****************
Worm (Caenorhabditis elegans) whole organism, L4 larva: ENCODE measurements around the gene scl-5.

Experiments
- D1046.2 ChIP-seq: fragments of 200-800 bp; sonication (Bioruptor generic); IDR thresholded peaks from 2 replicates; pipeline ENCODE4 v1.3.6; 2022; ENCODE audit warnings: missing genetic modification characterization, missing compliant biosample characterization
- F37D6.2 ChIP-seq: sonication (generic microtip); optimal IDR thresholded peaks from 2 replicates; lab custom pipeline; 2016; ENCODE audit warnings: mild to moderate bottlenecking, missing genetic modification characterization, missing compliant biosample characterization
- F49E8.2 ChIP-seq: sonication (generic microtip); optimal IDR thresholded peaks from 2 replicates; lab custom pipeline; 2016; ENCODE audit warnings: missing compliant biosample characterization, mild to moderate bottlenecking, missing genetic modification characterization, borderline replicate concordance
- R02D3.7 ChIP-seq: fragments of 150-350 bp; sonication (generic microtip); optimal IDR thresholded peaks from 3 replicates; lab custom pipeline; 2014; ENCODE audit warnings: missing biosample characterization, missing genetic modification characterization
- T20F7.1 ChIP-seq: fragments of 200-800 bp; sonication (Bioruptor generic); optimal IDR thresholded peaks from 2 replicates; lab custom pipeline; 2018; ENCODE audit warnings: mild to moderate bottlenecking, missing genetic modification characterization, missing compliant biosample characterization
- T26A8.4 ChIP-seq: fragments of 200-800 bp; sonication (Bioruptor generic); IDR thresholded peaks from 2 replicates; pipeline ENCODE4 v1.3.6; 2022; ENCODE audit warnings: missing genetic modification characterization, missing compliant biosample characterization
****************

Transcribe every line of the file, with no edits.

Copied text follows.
Worm (Caenorhabditis elegans) whole organism, L4 larva: ENCODE measurements around the gene scl-5.

Experiments
- D1046.2 ChIP-seq: fragments of 200-800 bp; sonication (Bioruptor generic); IDR thresholded peaks from 2 replicates; pipeline ENCODE4 v1.3.6; 2022; ENCODE audit warnings: missing genetic modification characterization, missing compliant biosample characterization
- F37D6.2 ChIP-seq: sonication (generic microtip); optimal IDR thresholded peaks from 2 replicates; lab custom pipeline; 2016; ENCODE audit warnings: mild to moderate bottlenecking, missing genetic modification characterization, missing compliant biosample characterization
- F49E8.2 ChIP-seq: sonication (generic microtip); optimal IDR thresholded peaks from 2 replicates; lab custom pipeline; 2016; ENCODE audit warnings: missing compliant biosample characterization, mild to moderate bottlenecking, missing genetic modification characterization, borderline replicate concordance
- R02D3.7 ChIP-seq: fragments of 150-350 bp; sonication (generic microtip); optimal IDR thresholded peaks from 3 replicates; lab custom pipeline; 2014; ENCODE audit warnings: missing biosample characterization, missing genetic modification characterization
- T20F7.1 ChIP-seq: fragments of 200-800 bp; sonication (Bioruptor generic); optimal IDR thresholded peaks from 2 replicates; lab custom pipeline; 2018; ENCODE audit warnings: mild to moderate bottlenecking, missing genetic modification characterization, missing compliant biosample characterization
- T26A8.4 ChIP-seq: fragments of 200-800 bp; sonication (Bioruptor generic); IDR thresholded peaks from 2 replicates; pipeline ENCODE4 v1.3.6; 2022; ENCODE audit warnings: missing genetic modification characterization, missing compliant biosample characterization